Setting aside the irrational loyalty of alarmists like Schmidt to a failed “dangerous manmade climate change” hypothesis, equally disturbing is the money wasted because of it. Consider an article written for the Institute of Electric and Electronic Engineers’ summit website by Google engineers Ross Koningstein and David Fork, who worked on Google’s “RE~C” renewable energy initiative.

Beginning in 2007, they say, “Google committed significant resources to tackle the world’s climate and energy problems. A few of these efforts proved very successful: Google deployed some of the most energy efficient data centers in the world, purchased large amounts of renewable energy, and offset what remained of its carbon footprint.”

It’s wonderful that Google improved the energy efficiency of its power-hungry data centers. But the project spent countless dollars and man hours. To what other actual benefits? To address precisely what climate and energy problems? And how exactly did Google offset its carbon footprint? By buying “carbon credits” from outfits like the New Forests Company, which drove impoverished Ugandan villagers out of their homes, set fire to their houses and burned a young boy to death?

What if, as skeptics like us posit and actual evidence reflects, man-made climate change is not in fact occurring? That would mean there is no threat to humans or our planet, and lowering Google’s CO2 footprint would bring no benefits. In fact, it would keep poor nations poverty stricken and deprived of modern technologies – and thus unable to adapt to climate change. Imagine what Google could have accomplished if its resources had been channeled to solving actual problems with actual solutions!

In 2011, the company decided its RE~C project would not meet its goals. Google shut it down. In their article, Koningstein and Fork admit that the real result of all of their costly research was to reach the following conclusion: “green energy is simply not economically, viable and resources that we as a society waste in trying to make it so would be better used to improve the efficiencies in established energy technologies like coal.”

Skeptics like us reached that conclusion long ago. It is the primary reason for our impassioned pleas that that the United States and other developed nations stop making energy policy decisions based on the flawed climate change hypothesis. However, the article’s most breathtaking statement was this:

“Climate scientists have definitively shown that the buildup of carbon dioxide in the atmosphere poses a looming danger....  A 2008 paper by James Hansen, former director of NASA’s Goddard Institute for Space Studies… showed the true gravity of the situation. In it, Hansen set out to determine what level of atmospheric CO2 society should aim for ‘if humanity wishes to preserve a planet similar to that on which civilization developed and to which life on Earth is adapted.’ His climate models showed that exceeding 350 parts per million CO2 in the atmosphere would likely have catastrophic effects. We’ve already blown past that limit. Right now, environmental monitoring shows concentrations around 400 ppm.…”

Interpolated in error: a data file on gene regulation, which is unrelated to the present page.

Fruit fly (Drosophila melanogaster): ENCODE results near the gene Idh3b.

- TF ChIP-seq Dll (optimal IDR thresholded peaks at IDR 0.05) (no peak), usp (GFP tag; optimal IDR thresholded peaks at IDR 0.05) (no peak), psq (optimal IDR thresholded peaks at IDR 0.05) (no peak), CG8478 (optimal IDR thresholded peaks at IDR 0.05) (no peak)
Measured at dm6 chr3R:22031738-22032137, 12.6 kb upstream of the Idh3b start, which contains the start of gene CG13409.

We would never presume to question the sincerity, intellect, dedication or talent of these two authors. However, this statement presents a stunning failure in applying Aristotelian logic. Even a quick reading would make the following logical conclusions instantly obvious:

1.      Hansen theorized that 350 ppm of atmospheric CO2 would have catastrophic results.

2.      CO2 did indeed reach this level, and then exceeded it by a significant amount.

3.      There were no consequences, much less catastrophic results, as our earlier points make clear.

4.      Therefore, real-world evidence clearly demonstrates that Hansen’s hypothesis is wrong.

This kind of reasoning (the scientific method) has served progress and civilization well since the Seventeenth Century. But the Google team has failed to apply it; instead it repeats the “slash fossil fuel use or Earth and humanity are doomed” tautology, without regard for logic or facts – while questioning CAGW skeptics intelligence, character and ethics. Such an approach would be disastrous in business.

We enthusiastically support Eric Schmidt’s admonition that our nation base its policy decisions on facts, even when those facts do not support an apocalyptic environmental worldview. We also support President Obama’s advice that people should not “engage in self-censorship,” because of bullying or “because they don’t want to offend the sensibilities of someone whose sensibilities probably need to be offended.”

In fact, we will keep speaking out, regardless of what Messsrs. Schmidt, Hansen and Obama might say.

Via email


Five current articles below

More pressure on banks over global warming

There is an amusing perversity here.  Warmists are trying to  convince banks that lending money to coal and oil companies is risky -- on the grounds that coal and oil are old hat and will soon be replaced by windmills and solar power.  The fact that even the hi-tech "Ivanpah" project in the California desert actually depends for much of the time on "fossil" fuels is not acknowledged.  So the chance that demand for coal and oil will vanish is vanishingly small.